II. The blessedness of Prayer.

1. This may be seen in the first place, by considering the nature of the exercise itself.

Prayer usually embraces three things,--praise-confession and supplication. The ascription of praise to God is certainly a delightful exercise to every grateful heart. The glory of his nature, and the blessings that flow continually from his bountiful hand, call for expressions of gratitude from every human tongue. “Oh that inen would praise the Lord for his goodness, and for his wonderful works to the children of men !" A grateful heart is burdened with a sense of obligation until it finds relief in rendering a tribute of thanks to Him who is the giver of every good and every perfect gift. We can say with the Psalmist, “ It is a good thing to give thanks unto the Lord, and to sing praises unto thy name, O Most High.”

Confession of sin is a part of prayer full of blessedness. To the proud heart of the wilful transgressor, such an assertion, I am aware, may seem extravagant, if not indeed false; but the humble child of God who has been brought to see the “exceeding sinfulness of sin," readily admits its truth, as he has often been conscious of it in his own experience. What a blessed hour was that to the poor prodigal when he came to himself, and said, “I will arise and go to my father.” And when he poured his heart-broken confession into his injured father's ear, and met that loving father's warm embrace, he felt a joy which a squandered inheritance had never afforded. How far happier was David, the penitent confessor, penning the fifty-first Psalm, than was ever David the king, enjoying the fruit of his murderous sin. And when the repentant sinner bows before his Heavenly Father uttering the publican's prayer, “God be merciful to me, a sinner," he experiences in his heart a joy which the world cannot give. It is on the principle of which we are now speaking that days of fasting and humiliation before God are not unfrequently days of the very highest enjoyment to those who observe them. At such times the Scripture is fulfilled. "Thus saith the high and lofty One that inhabiteth eternity, whose name is Holy: I dwell in the high and holy place; with him also that is of a contrite spirit, and to revive the heart of the contrite ones."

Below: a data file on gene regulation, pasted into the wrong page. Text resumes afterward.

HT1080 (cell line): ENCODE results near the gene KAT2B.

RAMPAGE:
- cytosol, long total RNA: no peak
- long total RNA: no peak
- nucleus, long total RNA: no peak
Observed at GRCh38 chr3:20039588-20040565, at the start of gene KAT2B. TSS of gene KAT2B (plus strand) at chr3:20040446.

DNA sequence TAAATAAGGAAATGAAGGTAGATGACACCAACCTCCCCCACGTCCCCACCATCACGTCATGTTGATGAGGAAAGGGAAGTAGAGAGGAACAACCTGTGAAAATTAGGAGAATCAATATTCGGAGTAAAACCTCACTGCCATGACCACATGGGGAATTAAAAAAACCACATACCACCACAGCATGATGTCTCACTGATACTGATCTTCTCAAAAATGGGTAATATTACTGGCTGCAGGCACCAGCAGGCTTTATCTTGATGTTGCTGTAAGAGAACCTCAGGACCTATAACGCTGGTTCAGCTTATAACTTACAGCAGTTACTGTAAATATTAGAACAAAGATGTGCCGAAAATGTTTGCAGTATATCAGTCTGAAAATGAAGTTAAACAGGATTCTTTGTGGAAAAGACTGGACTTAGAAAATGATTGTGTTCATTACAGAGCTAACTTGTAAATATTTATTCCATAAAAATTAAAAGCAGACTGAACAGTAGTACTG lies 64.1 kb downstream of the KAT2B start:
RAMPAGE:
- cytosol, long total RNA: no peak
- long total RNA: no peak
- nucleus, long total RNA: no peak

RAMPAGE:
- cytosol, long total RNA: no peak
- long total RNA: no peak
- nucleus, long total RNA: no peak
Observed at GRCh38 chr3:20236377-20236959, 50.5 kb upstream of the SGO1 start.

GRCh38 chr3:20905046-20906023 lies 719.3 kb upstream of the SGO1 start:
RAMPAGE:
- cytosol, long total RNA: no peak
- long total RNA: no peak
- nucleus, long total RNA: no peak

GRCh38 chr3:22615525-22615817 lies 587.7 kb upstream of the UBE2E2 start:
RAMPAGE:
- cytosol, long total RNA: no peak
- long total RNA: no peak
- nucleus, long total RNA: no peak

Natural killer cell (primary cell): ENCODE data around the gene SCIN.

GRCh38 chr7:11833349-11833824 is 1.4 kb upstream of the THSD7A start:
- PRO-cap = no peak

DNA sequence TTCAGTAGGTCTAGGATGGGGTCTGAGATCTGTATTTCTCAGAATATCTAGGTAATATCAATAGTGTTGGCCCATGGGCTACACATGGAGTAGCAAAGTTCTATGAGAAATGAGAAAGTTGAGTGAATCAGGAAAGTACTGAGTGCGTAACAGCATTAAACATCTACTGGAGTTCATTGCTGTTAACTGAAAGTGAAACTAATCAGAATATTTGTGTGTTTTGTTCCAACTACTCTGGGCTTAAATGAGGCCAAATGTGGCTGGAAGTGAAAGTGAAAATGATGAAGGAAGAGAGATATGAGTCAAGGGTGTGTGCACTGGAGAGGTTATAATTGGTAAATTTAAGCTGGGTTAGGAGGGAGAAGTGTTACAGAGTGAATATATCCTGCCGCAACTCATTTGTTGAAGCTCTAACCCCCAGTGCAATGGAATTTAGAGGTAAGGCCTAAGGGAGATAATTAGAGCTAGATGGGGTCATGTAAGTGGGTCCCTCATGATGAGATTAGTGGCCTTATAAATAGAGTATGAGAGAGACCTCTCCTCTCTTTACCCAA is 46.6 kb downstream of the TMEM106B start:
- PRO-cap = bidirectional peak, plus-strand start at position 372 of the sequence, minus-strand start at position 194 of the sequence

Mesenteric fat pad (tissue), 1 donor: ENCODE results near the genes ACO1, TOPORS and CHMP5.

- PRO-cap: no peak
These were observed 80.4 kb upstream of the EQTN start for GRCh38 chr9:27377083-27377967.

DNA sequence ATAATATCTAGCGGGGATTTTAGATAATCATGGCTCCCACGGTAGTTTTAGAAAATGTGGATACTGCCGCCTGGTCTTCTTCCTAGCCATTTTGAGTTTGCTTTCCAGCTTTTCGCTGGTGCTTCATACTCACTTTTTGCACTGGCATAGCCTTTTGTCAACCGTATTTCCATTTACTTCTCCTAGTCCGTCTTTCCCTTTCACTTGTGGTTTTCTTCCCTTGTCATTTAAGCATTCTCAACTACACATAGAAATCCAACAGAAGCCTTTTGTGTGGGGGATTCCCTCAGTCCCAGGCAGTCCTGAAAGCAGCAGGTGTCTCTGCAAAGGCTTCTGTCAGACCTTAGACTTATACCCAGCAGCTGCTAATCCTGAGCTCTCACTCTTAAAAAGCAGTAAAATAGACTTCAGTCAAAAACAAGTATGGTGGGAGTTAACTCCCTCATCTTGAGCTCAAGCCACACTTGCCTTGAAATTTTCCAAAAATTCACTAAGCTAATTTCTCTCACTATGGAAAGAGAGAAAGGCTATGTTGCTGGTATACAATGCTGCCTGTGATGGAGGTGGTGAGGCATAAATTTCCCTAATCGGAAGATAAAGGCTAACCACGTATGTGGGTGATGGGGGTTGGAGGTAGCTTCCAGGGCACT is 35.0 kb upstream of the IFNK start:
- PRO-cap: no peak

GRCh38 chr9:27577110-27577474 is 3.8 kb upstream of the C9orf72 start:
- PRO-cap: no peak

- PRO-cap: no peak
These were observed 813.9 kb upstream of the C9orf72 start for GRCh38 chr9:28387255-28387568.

Supplication, too, as a part of prayer, is a blessed exercise. To solicit favors from our fellow men is seldom agreeable to us. We are doubtful as to the reception our solicitations may meet with from him to whom we come. We may not find him in a pleasant mood; he may think we come too often ; or it may not be convenient for him at the time to attend to our request. Not thus is it with our Father in heaven. His language to us is “Come"-come freely-come often--come at any time. Prefer your requests. “Ask, and it shall be given you." He may not grant the very thing we ask. Yet if that be denied he will bestow other blessings instead; or in some way cause the refusal to sub